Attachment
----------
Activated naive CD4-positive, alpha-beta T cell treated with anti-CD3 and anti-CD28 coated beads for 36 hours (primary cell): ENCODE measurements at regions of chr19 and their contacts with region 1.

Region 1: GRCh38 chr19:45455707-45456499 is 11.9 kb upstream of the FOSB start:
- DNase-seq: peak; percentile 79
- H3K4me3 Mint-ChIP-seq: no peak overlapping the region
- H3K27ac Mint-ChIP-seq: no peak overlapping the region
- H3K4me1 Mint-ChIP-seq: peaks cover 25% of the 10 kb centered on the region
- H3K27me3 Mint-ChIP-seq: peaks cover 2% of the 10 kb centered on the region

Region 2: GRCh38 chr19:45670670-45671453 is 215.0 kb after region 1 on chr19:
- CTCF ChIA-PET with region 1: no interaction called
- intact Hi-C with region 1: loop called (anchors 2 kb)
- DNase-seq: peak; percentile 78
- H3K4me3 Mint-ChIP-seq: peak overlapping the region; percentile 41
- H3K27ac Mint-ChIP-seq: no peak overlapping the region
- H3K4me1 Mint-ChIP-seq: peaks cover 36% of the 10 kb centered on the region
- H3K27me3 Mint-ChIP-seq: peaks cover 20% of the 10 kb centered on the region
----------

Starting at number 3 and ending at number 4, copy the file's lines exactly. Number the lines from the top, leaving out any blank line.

- DNase-seq: peak; percentile 79
- H3K4me3 Mint-ChIP-seq: no peak overlapping the region